Is Rotisserie Chicken Healthy?

Healthy Diet Menu – Should it Include Rotisserie Chicken?

“Is Rotisserie Chicken Healthy?”

Two months ago I would have given a hearty “YES” as a reply to that question!

How healthy are you? (short quiz)....

If you look online, here is the top answer from Yahoo Answers:

Best Answer – Chosen by Voters
Chicken is chicken. Rotisserie chicken is just the way they cook it. So, yes, chicken is healthy.

or another answer:

Absolutely.

However, for it to be “healthy” you should remove the skin and stick with the white meat (breast) as the skin is almost entirely saturated fat and dark meat higher in calories and fat.

Rotisserie style chicken is probably the most health conscious method of cooking as it doesn’t add any additional oils, fats, or batters.

Even though rotisserie chicken has gotten glowing reviews – It can no longer be a part of our healthy diet menu!

I needed a break from all this cooking so we stop at a local supermarket chain after church to pick up a rotisserie chicken and vegetables.  It was delicious!

When we got home we made a salad and had the chicken for our protein requirement.  To top it off, it lasted through lunch the next day!

However the next day my son’s headache was much worse and he was down for the next three days.  The only new food was the rotisserie chicken.  But how could that be!?!?

It was chicken!

I called the store and after talking with several employees, they finally tracked down the box that the chickens were shipped to the store in and low and behold was the “less than 2%”.

Lesson learned – while my son is hyper sensitive, I have to make everything from scratch!  It requires a lot of work but the results are well worth it!

NOTE: The rotisserie chicken did not affect myself, my husband or my daughter.

Time to start getting the next meal ready… make sure you know what should be in your healthy diet menu – as you can see it is different for every family member.

Learn how to easily cook your own rotisserie chicken here.

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9 Responses to Is Rotisserie Chicken Healthy?

  1. Julie says:

    One of my favorite ways to eat chicken on salad is to grill it with some kind of rub, chop it into bite-sized pieces and keep it available in the fridge. Just make sure that your rub doesn’t have any “allergy foods” in it!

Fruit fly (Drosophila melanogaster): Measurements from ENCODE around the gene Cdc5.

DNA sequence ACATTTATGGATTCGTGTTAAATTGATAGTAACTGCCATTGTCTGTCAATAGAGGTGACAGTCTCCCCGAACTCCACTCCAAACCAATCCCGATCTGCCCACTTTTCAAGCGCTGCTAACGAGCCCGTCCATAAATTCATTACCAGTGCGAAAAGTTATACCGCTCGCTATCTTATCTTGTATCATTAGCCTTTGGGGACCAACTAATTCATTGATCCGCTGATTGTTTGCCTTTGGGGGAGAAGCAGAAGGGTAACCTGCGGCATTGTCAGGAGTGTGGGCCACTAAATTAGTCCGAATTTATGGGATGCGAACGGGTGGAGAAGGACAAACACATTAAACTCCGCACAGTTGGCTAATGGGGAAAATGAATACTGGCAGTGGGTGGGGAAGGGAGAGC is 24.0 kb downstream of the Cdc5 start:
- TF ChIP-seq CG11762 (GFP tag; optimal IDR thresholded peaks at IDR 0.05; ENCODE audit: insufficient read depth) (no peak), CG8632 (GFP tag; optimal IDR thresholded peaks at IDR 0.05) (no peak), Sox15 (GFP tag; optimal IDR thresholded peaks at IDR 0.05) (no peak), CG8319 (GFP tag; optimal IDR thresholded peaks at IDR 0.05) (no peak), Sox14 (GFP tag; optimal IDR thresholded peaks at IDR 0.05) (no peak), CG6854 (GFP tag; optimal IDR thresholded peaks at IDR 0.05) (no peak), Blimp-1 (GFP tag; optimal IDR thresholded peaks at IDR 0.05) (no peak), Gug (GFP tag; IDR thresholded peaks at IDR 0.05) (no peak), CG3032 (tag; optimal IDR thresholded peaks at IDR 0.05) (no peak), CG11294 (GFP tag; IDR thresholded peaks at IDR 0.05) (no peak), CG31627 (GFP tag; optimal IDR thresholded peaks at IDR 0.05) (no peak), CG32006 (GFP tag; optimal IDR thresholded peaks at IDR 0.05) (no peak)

• Going Green says:

      Julie, Do you grill chicken parts or the whole chicken? What is your favorite rub?

      • Julie says:

        I like to grill the chicken breasts, but sometimes I grill the thighs, too. I have used Montreal steak seasoning (McCormick), but you can make your own from scratch. There are lots of “copycat” recipes for it on the web. I like drizzle olive oil on the chicken, sprinkle the seasonings over it, and then grill it.

        • Going Green says:

          Thanks Julie! I now use sea salt, garlic powder, and onion powder as basic spices. (I love pepper but DD is “sensitive” to pepper.) We also use a lot of basil, oregano and curry – depending on the dish.

  2. Borami says:

    What was wrong with it?

    • Going Green says:

      The only thing wrong with the rotisserie chicken was the chicken preparation before it was sent to the store. The ‘brine’ used has substances that my son was sensitive to. At that time he was de-toxing and hyper-sensitive to everything. A year later and he is a bit more tolerant with some substances although we have not tried store rotisserie chicken.

      • Dave says:

        How on earth can a rotisserie chicken be ‘less than 2%” when I just bought one from the supermarket, at the meat off of a carcass that was about 8″ in length with real bones, real design to that of a chicken.

        Are you referring to a product used in the making of the rotisserie chicken or the chicken itself.

        How and why would a company go through that much effort to put chicken on the carcass and not be real.

        • Going Green says:

          Dave, I guess I wasn’t very clear on that. The “2%” refers to the ingredients in the brine compared to the overall content of the chicken. My point was that whatever was in the brine affected my son and at <2%, my son was hyper-sensitive! Does that clear it up?

          • Dave says:

            Thank you for clarifying. The way it read I was trying to figure out what I should of been concerned about.

            I probably eat chicken made that way probably 2-4 times a year, tops.

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